Building a case for Elm Bazel Rules

Elm currently does not have any Bazel Rules publicly available, and as such if a company or individual wanted to migrate to Bazel for building even the non-Elm parts of their products, Elm code would have to be left out, or use Bazel Rules specially implemented by said company or individual.

I work with a company called Tweag I/O, which has already created Bazel Rules for Haskell. At Tweag, and in the codebases of our clients, Bazel has come in handy as a fast, language-independent build system, especially when there’s a whole lot of code involved. We have multiple Elm enthusiasts at Tweag, including myself, and are looking to see if there’s interest in us building and supporting open-source Elm Bazel Rules.

An incomplete list of advantages:

  • Elm can easily fit into a company or invidual’s existing Bazel flow, letting more people try out Elm.
  • Elm output can fit into larger front-end build flows (see the JavaScript and TypeScript build functionalities).
  • Caching can be achieved in both the pulling of dependencies from the Elm package database and in locally building portions of source code – to whatever degree is most helpful.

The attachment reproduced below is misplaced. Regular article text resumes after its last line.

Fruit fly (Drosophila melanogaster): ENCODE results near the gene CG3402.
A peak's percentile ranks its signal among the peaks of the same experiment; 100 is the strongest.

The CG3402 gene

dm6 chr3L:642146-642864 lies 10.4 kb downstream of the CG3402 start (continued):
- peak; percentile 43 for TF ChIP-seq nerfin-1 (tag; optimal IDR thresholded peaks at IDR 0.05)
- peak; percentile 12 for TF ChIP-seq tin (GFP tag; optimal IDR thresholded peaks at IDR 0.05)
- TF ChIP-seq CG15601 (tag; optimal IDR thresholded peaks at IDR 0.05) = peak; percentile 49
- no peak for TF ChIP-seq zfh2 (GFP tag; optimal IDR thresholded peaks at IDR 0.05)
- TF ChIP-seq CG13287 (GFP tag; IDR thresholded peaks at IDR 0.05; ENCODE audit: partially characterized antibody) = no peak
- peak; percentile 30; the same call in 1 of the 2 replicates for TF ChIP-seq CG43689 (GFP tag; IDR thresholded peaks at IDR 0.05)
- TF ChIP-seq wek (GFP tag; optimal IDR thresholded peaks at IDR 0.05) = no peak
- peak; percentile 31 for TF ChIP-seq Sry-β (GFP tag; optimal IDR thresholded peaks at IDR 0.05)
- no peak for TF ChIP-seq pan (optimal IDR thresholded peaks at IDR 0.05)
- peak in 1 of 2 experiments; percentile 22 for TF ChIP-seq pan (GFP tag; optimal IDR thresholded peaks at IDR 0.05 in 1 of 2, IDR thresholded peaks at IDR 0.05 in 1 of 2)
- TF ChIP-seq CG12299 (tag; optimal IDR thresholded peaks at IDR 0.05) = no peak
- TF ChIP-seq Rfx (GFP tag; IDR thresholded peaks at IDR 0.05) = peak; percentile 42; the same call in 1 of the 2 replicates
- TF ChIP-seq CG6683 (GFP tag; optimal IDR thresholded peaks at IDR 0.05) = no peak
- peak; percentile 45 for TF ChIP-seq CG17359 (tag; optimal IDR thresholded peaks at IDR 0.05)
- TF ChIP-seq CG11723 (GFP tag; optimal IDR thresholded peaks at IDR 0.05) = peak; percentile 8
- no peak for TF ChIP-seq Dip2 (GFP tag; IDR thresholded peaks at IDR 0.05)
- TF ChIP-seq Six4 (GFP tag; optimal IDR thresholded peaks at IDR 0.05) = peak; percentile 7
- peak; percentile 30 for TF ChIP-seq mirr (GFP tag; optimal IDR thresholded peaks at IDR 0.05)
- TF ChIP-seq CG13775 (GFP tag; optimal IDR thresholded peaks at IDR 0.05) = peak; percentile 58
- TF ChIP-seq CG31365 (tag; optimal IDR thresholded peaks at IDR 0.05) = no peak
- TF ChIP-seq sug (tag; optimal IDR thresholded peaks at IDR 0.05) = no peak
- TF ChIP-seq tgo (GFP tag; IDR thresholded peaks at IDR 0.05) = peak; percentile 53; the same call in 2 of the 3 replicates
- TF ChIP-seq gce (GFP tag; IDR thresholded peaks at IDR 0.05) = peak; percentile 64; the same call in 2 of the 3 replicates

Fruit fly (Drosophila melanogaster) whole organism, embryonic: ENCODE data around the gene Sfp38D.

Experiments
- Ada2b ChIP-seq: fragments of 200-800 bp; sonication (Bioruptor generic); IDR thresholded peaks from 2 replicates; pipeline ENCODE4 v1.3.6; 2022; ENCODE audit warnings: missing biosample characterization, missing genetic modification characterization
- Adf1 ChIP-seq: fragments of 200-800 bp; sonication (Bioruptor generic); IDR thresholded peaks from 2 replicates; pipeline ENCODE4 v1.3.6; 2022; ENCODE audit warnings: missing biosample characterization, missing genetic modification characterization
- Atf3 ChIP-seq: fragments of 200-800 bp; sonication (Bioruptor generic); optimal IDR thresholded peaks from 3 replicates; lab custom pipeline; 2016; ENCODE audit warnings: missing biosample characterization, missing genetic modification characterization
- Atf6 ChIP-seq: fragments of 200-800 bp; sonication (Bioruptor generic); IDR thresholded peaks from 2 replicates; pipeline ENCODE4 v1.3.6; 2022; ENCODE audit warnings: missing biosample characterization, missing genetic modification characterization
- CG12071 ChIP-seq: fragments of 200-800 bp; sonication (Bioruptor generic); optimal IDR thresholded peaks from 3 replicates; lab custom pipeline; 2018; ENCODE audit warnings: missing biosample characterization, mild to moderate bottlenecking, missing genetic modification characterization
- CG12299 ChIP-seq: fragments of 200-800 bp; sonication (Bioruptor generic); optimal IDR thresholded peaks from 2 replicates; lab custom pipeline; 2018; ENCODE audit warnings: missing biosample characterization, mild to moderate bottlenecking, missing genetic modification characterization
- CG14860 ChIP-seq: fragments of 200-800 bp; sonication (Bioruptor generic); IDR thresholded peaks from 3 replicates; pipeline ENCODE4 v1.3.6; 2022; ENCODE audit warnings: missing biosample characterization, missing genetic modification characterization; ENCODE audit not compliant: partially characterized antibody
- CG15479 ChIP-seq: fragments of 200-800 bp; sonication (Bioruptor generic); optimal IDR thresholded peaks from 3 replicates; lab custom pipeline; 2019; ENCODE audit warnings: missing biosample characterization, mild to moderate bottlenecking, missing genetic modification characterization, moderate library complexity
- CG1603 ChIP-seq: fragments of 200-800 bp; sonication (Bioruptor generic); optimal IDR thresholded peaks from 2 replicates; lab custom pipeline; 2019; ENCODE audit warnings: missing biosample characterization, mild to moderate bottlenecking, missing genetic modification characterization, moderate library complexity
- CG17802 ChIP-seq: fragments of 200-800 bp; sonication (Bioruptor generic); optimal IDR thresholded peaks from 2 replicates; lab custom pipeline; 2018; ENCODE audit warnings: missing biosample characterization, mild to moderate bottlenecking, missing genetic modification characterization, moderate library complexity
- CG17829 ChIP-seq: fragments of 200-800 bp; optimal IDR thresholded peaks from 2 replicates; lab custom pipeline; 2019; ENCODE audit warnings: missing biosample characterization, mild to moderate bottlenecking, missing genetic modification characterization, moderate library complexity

Is Bazel compatible with Elm’s plans and ideas? Is there a specific shape these Bazel Rules could take to best fit within this community?


We use Bazel and Elm. At the moment we’re getting by by calling NPM scripts that run elm make and the like. So we’d appreciate your work!

Cool, good to hear. Do you have any quirks in your workflow that you’d be concerned about? Do you use elm reactor? Is there any complexity to how you feed in Elm files to elm make, or maybe in how you merge the compiled JavaScript output in with external subscribing-and-commanding-to-Ports JavaScript?

This topic was automatically closed 10 days after the last reply. New replies are no longer allowed.